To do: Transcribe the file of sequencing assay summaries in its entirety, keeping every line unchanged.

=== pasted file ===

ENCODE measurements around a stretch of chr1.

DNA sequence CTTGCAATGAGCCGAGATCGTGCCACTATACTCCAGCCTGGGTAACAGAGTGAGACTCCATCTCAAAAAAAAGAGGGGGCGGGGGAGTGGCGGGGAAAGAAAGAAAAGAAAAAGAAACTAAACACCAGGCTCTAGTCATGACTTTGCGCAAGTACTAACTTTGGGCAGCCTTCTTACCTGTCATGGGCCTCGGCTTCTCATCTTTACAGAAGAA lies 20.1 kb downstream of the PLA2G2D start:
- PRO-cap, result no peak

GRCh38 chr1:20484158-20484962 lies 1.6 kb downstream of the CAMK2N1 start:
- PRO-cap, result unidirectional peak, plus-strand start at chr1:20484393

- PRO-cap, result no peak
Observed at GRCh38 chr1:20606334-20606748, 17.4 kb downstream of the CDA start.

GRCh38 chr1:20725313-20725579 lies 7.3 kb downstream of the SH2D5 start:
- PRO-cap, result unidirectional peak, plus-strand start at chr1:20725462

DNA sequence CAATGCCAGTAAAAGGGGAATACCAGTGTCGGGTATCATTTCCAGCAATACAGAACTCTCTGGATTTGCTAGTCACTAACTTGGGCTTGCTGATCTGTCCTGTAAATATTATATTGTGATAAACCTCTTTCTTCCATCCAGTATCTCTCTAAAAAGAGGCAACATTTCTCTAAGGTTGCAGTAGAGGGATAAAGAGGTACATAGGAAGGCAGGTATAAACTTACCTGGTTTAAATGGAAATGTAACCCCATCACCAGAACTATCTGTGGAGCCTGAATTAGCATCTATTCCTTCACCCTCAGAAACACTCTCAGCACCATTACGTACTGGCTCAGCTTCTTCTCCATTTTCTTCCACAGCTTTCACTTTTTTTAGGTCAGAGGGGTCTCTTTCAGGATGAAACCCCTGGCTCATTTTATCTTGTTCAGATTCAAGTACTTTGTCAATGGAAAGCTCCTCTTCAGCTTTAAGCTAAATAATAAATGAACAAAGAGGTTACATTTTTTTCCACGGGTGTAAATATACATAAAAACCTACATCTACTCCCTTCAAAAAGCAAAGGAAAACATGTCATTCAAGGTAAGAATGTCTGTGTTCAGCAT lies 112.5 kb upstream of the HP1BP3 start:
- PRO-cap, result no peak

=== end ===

ENCODE measurements around a stretch of chr1.

DNA sequence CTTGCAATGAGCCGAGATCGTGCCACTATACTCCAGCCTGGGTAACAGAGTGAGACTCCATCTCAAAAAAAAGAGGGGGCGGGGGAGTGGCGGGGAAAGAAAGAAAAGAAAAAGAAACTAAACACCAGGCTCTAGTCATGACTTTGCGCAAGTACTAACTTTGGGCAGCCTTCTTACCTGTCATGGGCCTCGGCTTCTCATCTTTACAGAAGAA lies 20.1 kb downstream of the PLA2G2D start:
- PRO-cap, result no peak

GRCh38 chr1:20484158-20484962 lies 1.6 kb downstream of the CAMK2N1 start:
- PRO-cap, result unidirectional peak, plus-strand start at chr1:20484393

- PRO-cap, result no peak
Observed at GRCh38 chr1:20606334-20606748, 17.4 kb downstream of the CDA start.

GRCh38 chr1:20725313-20725579 lies 7.3 kb downstream of the SH2D5 start:
- PRO-cap, result unidirectional peak, plus-strand start at chr1:20725462

DNA sequence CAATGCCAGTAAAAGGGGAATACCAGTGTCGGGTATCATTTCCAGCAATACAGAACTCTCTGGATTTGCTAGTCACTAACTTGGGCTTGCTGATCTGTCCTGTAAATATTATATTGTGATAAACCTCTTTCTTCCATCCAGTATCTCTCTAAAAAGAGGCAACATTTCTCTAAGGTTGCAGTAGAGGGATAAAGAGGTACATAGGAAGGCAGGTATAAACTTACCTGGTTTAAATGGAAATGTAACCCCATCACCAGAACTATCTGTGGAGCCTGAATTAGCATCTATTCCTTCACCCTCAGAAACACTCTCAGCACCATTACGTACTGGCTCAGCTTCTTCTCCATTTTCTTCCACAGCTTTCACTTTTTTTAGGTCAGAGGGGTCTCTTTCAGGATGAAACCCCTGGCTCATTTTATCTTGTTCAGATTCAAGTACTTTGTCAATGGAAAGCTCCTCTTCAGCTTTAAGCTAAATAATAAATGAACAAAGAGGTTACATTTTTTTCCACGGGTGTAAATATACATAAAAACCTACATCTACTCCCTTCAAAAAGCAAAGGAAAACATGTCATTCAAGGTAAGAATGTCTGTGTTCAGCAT lies 112.5 kb upstream of the HP1BP3 start:
- PRO-cap, result no peak